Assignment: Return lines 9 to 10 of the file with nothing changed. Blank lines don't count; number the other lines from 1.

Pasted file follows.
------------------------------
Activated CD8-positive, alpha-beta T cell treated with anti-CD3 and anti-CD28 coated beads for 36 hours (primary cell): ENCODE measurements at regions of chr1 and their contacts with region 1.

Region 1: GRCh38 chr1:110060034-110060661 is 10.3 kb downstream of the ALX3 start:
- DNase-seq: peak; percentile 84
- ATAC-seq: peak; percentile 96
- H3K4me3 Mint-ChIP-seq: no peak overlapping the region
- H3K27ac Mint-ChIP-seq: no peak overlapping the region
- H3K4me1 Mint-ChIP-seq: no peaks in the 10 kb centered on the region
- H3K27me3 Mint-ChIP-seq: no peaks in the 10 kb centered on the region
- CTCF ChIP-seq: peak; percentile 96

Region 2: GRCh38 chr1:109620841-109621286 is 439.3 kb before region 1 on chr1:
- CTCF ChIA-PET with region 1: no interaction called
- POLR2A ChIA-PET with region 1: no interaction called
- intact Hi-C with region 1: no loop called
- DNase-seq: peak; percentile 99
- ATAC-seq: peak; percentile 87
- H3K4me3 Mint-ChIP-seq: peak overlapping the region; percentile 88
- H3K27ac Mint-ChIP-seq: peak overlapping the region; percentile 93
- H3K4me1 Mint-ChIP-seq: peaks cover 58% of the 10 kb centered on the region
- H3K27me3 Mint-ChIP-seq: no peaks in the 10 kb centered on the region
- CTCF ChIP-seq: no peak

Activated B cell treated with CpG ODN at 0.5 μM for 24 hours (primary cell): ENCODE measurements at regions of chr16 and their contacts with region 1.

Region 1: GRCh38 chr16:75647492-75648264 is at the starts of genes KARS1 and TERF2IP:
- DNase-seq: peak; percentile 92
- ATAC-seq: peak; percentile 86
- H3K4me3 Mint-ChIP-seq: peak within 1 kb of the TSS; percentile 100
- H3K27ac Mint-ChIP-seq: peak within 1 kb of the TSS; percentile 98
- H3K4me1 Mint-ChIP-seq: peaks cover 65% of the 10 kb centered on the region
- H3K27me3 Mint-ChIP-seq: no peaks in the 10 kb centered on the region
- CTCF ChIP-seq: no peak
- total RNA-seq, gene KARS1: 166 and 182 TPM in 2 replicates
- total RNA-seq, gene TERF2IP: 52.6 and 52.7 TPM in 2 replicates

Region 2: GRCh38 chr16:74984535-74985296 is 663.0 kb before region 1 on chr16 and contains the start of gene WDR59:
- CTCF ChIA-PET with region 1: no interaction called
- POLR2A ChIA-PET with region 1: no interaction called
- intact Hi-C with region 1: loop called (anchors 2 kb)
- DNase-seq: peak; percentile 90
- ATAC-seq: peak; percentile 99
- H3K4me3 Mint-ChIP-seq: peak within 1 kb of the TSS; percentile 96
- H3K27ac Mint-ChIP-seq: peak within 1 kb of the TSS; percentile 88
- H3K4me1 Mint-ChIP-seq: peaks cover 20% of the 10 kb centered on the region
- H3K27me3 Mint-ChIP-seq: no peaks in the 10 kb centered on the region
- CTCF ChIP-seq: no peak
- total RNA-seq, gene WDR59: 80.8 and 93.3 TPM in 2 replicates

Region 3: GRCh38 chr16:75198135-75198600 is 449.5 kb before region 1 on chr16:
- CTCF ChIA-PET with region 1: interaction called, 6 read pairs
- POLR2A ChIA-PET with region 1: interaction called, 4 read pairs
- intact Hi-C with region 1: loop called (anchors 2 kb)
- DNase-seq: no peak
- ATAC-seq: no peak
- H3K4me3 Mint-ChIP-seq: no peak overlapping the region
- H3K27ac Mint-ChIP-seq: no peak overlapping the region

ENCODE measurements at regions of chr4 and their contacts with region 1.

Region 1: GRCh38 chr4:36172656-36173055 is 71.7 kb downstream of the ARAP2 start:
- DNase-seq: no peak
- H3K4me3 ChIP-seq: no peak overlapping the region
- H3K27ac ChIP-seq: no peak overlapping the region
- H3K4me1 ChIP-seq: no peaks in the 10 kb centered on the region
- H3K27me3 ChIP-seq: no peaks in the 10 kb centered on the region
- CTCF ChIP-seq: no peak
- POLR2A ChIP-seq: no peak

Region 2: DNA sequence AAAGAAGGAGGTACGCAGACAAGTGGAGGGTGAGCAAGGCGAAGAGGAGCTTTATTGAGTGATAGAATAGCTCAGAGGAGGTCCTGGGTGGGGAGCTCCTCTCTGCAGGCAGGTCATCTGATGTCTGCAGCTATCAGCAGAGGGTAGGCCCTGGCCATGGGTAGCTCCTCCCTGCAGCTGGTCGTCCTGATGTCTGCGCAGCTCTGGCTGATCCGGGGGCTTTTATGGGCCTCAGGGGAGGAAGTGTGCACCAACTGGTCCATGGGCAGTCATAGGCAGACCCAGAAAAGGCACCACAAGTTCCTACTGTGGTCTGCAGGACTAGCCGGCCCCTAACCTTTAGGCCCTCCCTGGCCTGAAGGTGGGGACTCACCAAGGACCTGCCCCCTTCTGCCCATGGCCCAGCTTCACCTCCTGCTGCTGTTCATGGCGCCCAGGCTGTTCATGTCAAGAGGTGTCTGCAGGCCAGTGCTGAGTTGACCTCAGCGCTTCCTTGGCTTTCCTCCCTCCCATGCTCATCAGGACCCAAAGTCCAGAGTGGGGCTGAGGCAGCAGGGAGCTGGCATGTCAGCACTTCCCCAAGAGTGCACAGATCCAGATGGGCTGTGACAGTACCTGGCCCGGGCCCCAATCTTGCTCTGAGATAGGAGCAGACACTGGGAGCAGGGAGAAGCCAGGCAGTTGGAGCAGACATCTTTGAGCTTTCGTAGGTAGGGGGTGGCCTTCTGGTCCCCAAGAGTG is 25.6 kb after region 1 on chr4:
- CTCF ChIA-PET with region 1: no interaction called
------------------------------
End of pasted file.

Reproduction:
- CTCF ChIP-seq: peak; percentile 96

Region 2: GRCh38 chr1:109620841-109621286 is 439.3 kb before region 1 on chr1: